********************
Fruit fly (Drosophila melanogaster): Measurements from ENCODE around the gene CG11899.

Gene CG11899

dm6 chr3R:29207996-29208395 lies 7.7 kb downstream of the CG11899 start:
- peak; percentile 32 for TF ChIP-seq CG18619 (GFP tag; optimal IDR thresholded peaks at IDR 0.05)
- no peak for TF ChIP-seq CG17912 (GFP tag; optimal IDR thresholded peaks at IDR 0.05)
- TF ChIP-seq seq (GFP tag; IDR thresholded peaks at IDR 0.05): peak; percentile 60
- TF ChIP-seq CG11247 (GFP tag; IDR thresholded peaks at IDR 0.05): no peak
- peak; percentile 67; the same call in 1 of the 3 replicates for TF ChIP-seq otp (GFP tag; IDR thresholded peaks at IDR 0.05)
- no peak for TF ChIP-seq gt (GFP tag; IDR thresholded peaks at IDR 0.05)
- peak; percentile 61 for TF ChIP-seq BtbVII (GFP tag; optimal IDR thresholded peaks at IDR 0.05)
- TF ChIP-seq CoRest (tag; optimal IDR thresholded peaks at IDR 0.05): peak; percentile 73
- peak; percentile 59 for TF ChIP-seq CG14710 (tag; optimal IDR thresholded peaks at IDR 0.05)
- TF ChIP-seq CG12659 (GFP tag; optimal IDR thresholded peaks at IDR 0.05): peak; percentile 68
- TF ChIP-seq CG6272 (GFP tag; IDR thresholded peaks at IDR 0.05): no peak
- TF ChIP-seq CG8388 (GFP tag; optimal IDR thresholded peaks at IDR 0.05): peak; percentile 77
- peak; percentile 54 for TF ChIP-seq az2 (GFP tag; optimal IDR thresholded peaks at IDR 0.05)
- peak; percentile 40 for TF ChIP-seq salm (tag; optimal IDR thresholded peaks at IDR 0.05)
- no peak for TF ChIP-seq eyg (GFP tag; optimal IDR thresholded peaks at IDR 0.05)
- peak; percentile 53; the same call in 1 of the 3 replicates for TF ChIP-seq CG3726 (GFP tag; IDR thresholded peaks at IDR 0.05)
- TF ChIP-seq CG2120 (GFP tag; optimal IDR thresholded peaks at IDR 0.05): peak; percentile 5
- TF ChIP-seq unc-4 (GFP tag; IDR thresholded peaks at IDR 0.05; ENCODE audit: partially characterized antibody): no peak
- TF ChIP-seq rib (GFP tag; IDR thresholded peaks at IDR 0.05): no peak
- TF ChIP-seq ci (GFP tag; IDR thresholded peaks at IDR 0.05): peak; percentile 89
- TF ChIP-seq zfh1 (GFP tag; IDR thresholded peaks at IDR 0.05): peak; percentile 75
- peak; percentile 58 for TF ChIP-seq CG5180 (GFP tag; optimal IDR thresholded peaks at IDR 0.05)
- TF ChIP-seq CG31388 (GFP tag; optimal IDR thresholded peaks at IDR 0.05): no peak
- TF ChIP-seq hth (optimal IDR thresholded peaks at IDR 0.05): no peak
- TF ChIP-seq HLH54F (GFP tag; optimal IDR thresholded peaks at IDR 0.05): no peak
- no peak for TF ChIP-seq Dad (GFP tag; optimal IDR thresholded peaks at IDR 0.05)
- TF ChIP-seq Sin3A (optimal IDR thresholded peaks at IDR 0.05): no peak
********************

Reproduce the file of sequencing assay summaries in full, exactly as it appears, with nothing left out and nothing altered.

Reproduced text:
Fruit fly (Drosophila melanogaster): Measurements from ENCODE around the gene CG11899.

Gene CG11899

dm6 chr3R:29207996-29208395 lies 7.7 kb downstream of the CG11899 start:
- peak; percentile 32 for TF ChIP-seq CG18619 (GFP tag; optimal IDR thresholded peaks at IDR 0.05)
- no peak for TF ChIP-seq CG17912 (GFP tag; optimal IDR thresholded peaks at IDR 0.05)
- TF ChIP-seq seq (GFP tag; IDR thresholded peaks at IDR 0.05): peak; percentile 60
- TF ChIP-seq CG11247 (GFP tag; IDR thresholded peaks at IDR 0.05): no peak
- peak; percentile 67; the same call in 1 of the 3 replicates for TF ChIP-seq otp (GFP tag; IDR thresholded peaks at IDR 0.05)
- no peak for TF ChIP-seq gt (GFP tag; IDR thresholded peaks at IDR 0.05)
- peak; percentile 61 for TF ChIP-seq BtbVII (GFP tag; optimal IDR thresholded peaks at IDR 0.05)
- TF ChIP-seq CoRest (tag; optimal IDR thresholded peaks at IDR 0.05): peak; percentile 73
- peak; percentile 59 for TF ChIP-seq CG14710 (tag; optimal IDR thresholded peaks at IDR 0.05)
- TF ChIP-seq CG12659 (GFP tag; optimal IDR thresholded peaks at IDR 0.05): peak; percentile 68
- TF ChIP-seq CG6272 (GFP tag; IDR thresholded peaks at IDR 0.05): no peak
- TF ChIP-seq CG8388 (GFP tag; optimal IDR thresholded peaks at IDR 0.05): peak; percentile 77
- peak; percentile 54 for TF ChIP-seq az2 (GFP tag; optimal IDR thresholded peaks at IDR 0.05)
- peak; percentile 40 for TF ChIP-seq salm (tag; optimal IDR thresholded peaks at IDR 0.05)
- no peak for TF ChIP-seq eyg (GFP tag; optimal IDR thresholded peaks at IDR 0.05)
- peak; percentile 53; the same call in 1 of the 3 replicates for TF ChIP-seq CG3726 (GFP tag; IDR thresholded peaks at IDR 0.05)
- TF ChIP-seq CG2120 (GFP tag; optimal IDR thresholded peaks at IDR 0.05): peak; percentile 5
- TF ChIP-seq unc-4 (GFP tag; IDR thresholded peaks at IDR 0.05; ENCODE audit: partially characterized antibody): no peak
- TF ChIP-seq rib (GFP tag; IDR thresholded peaks at IDR 0.05): no peak
- TF ChIP-seq ci (GFP tag; IDR thresholded peaks at IDR 0.05): peak; percentile 89
- TF ChIP-seq zfh1 (GFP tag; IDR thresholded peaks at IDR 0.05): peak; percentile 75
- peak; percentile 58 for TF ChIP-seq CG5180 (GFP tag; optimal IDR thresholded peaks at IDR 0.05)
- TF ChIP-seq CG31388 (GFP tag; optimal IDR thresholded peaks at IDR 0.05): no peak
- TF ChIP-seq hth (optimal IDR thresholded peaks at IDR 0.05): no peak
- TF ChIP-seq HLH54F (GFP tag; optimal IDR thresholded peaks at IDR 0.05): no peak
- no peak for TF ChIP-seq Dad (GFP tag; optimal IDR thresholded peaks at IDR 0.05)
- TF ChIP-seq Sin3A (optimal IDR thresholded peaks at IDR 0.05): no peak